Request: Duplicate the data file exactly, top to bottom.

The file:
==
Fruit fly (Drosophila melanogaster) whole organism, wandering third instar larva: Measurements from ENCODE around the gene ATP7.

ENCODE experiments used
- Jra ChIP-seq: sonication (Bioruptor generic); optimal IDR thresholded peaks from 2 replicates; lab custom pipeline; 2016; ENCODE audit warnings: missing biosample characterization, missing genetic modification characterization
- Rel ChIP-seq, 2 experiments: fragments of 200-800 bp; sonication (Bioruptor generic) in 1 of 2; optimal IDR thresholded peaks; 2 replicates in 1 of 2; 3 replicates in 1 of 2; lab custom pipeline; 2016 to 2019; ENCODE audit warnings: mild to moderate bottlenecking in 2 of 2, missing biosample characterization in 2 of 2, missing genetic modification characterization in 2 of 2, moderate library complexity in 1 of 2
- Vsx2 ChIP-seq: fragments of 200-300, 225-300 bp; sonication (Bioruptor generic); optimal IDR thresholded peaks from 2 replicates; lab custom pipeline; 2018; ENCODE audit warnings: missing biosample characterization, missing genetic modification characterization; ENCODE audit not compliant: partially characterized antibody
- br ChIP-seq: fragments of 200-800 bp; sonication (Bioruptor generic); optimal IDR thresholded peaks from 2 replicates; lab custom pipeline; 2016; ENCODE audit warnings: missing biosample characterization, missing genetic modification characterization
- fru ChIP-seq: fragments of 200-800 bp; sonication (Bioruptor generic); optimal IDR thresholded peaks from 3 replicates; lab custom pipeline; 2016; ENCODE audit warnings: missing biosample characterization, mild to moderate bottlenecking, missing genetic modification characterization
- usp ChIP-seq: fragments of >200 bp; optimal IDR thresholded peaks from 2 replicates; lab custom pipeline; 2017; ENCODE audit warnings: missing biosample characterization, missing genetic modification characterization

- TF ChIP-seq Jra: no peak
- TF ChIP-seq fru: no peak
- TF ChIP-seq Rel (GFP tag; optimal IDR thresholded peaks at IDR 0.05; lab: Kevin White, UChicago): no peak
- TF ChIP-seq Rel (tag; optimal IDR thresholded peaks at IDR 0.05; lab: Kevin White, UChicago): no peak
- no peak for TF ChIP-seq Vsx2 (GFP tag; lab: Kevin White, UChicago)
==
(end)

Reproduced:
Fruit fly (Drosophila melanogaster) whole organism, wandering third instar larva: Measurements from ENCODE around the gene ATP7.

ENCODE experiments used
- Jra ChIP-seq: sonication (Bioruptor generic); optimal IDR thresholded peaks from 2 replicates; lab custom pipeline; 2016; ENCODE audit warnings: missing biosample characterization, missing genetic modification characterization
- Rel ChIP-seq, 2 experiments: fragments of 200-800 bp; sonication (Bioruptor generic) in 1 of 2; optimal IDR thresholded peaks; 2 replicates in 1 of 2; 3 replicates in 1 of 2; lab custom pipeline; 2016 to 2019; ENCODE audit warnings: mild to moderate bottlenecking in 2 of 2, missing biosample characterization in 2 of 2, missing genetic modification characterization in 2 of 2, moderate library complexity in 1 of 2
- Vsx2 ChIP-seq: fragments of 200-300, 225-300 bp; sonication (Bioruptor generic); optimal IDR thresholded peaks from 2 replicates; lab custom pipeline; 2018; ENCODE audit warnings: missing biosample characterization, missing genetic modification characterization; ENCODE audit not compliant: partially characterized antibody
- br ChIP-seq: fragments of 200-800 bp; sonication (Bioruptor generic); optimal IDR thresholded peaks from 2 replicates; lab custom pipeline; 2016; ENCODE audit warnings: missing biosample characterization, missing genetic modification characterization
- fru ChIP-seq: fragments of 200-800 bp; sonication (Bioruptor generic); optimal IDR thresholded peaks from 3 replicates; lab custom pipeline; 2016; ENCODE audit warnings: missing biosample characterization, mild to moderate bottlenecking, missing genetic modification characterization
- usp ChIP-seq: fragments of >200 bp; optimal IDR thresholded peaks from 2 replicates; lab custom pipeline; 2017; ENCODE audit warnings: missing biosample characterization, missing genetic modification characterization

- TF ChIP-seq Jra: no peak
- TF ChIP-seq fru: no peak
- TF ChIP-seq Rel (GFP tag; optimal IDR thresholded peaks at IDR 0.05; lab: Kevin White, UChicago): no peak
- TF ChIP-seq Rel (tag; optimal IDR thresholded peaks at IDR 0.05; lab: Kevin White, UChicago): no peak
- no peak for TF ChIP-seq Vsx2 (GFP tag; lab: Kevin White, UChicago)